How to Use Cohort Analysis in Google Analytics to Drive More Business


Cohort Analysis

Cohort analysis is a great way to increase user engagement for your business and generate more revenue. Earlier, paid tools like KISSmetrics gave us the facility to use Cohort Analysis as a way to measure data but now, Google Analytics has launched a beta version of Cohort Analysis, where the webmasters can easily make out the things that are working for them.

What is Cohort Analysis?

You can think of Cohort Analysis as a study of the activities of a particular cohort over a period of time. A cohort is a group of people who are segmented based on a defined time period and share a common set of characteristics. This study takes into account actionable metrics, rather than vanity metrics. Actionable metrics are those that help to improve a product or sales,such as the rate of conversion of a particular product during a period of time, or the rate of retention of customers who signed up when the sale was going on. On the contrary, vanity metrics only provide data about what is going on in the site,such as the number of visits or number of downloads, which offers no insights regarding the improvement of sales.

Why Do I Need Cohort Analysis?

  • Customizing products or services based on specific cohorts that behave differently.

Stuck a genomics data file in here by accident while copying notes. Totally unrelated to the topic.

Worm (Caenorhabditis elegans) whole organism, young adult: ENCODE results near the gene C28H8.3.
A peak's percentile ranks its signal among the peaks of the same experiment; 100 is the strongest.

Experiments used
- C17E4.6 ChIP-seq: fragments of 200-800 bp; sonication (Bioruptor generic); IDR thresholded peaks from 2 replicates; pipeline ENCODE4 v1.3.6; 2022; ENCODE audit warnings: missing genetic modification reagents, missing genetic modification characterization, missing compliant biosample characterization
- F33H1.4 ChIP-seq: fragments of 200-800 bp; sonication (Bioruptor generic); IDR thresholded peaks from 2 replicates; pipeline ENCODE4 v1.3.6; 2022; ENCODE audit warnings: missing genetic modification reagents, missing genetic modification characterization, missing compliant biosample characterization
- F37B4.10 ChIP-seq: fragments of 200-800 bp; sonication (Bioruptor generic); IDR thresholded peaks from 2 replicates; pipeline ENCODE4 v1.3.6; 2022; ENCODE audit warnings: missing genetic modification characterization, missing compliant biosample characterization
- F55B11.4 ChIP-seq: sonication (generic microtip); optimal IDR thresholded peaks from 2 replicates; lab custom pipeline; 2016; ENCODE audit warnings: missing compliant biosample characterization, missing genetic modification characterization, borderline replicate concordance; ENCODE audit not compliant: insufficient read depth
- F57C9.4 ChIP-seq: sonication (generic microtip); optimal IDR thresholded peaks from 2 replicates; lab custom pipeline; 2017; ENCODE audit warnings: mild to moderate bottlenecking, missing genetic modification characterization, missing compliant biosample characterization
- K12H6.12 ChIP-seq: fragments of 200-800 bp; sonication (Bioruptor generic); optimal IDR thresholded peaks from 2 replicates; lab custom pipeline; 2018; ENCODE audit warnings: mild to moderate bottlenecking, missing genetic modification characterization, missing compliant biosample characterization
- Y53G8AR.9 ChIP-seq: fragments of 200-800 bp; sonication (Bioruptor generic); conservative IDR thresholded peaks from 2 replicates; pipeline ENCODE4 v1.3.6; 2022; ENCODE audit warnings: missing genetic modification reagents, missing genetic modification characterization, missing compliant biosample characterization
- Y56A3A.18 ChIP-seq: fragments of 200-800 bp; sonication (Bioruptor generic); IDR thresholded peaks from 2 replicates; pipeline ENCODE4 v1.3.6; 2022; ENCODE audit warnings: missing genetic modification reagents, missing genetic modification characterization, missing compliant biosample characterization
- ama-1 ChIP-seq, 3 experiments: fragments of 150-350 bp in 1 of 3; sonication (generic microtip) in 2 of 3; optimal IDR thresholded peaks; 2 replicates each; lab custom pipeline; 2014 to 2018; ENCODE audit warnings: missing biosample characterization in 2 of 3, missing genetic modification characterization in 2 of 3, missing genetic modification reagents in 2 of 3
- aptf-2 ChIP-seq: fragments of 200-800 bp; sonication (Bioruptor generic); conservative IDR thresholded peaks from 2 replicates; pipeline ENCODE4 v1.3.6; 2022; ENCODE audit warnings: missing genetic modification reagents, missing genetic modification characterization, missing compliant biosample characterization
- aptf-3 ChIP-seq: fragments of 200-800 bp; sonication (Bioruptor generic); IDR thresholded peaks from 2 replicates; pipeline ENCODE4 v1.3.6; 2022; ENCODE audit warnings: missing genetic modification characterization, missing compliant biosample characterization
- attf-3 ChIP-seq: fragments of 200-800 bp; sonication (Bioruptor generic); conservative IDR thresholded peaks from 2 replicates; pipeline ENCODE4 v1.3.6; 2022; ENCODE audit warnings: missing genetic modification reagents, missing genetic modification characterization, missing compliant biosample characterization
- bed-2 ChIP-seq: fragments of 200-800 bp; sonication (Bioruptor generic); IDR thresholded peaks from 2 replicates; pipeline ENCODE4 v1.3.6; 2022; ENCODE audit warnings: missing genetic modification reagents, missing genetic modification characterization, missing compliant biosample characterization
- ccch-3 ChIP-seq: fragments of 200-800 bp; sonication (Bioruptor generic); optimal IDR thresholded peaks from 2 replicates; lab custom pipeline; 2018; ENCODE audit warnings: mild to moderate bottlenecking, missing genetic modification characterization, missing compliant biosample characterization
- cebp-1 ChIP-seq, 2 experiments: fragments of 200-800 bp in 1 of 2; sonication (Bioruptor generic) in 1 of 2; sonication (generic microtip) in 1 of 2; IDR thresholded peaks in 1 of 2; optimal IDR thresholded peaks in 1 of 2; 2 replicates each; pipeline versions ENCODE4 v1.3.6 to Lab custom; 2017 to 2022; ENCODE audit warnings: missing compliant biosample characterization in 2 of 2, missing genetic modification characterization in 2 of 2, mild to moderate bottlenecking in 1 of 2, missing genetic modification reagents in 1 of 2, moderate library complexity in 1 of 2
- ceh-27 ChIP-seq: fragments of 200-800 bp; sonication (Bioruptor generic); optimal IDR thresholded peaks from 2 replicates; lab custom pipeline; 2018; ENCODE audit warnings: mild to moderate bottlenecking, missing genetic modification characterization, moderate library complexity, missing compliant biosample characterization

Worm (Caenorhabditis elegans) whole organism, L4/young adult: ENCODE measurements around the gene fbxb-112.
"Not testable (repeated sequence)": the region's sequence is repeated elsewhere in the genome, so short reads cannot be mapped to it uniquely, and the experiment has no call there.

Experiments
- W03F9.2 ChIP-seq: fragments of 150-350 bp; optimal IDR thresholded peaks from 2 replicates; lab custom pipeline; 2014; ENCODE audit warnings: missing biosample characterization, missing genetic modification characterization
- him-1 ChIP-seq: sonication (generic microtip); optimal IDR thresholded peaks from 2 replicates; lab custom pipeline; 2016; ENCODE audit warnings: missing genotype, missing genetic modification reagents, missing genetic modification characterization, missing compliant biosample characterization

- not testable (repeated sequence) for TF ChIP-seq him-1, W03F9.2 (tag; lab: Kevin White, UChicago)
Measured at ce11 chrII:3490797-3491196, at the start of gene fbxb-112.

• Determining the time taken by a customer in order to make the first purchase.
  • Determining the time taken by a customer in order to make the next purchase.
  • The retention rate of customers who signed up when a sale was going on.
  • The conversion rate of customers who signed up during festive season like Christmas.
  • The repeat rate of new orders over a specific period of time like in the first two weeks of each month compared to the last two weeks.
  • The average retention rate of customers who signed up through a particular digital marketing channel during a defined period of time.
  • Average spends of customers who are acquired at the starting of the year, as compared to those acquired at the end of the year.

The AARRR Metrics for Businesses

Every business wants to know who their customers are, what do they do when they visit their site, what they expect when they visit the site, and what causes them to visit the site repeatedly. As per Abdul Sattar, CEO of Couponmachine.in, “Cohort Analysis gives us a clear and accurate idea of the activity of the customers in order to improve the flow of orders. We have analyzed this report in order to understand the specific deals in which the customers are more interested in. We update such popular deals on our home page, and this helps to increase the flow of orders.”In total, CA helps us to answers the 5 main metrics that are useful for every business as defined below: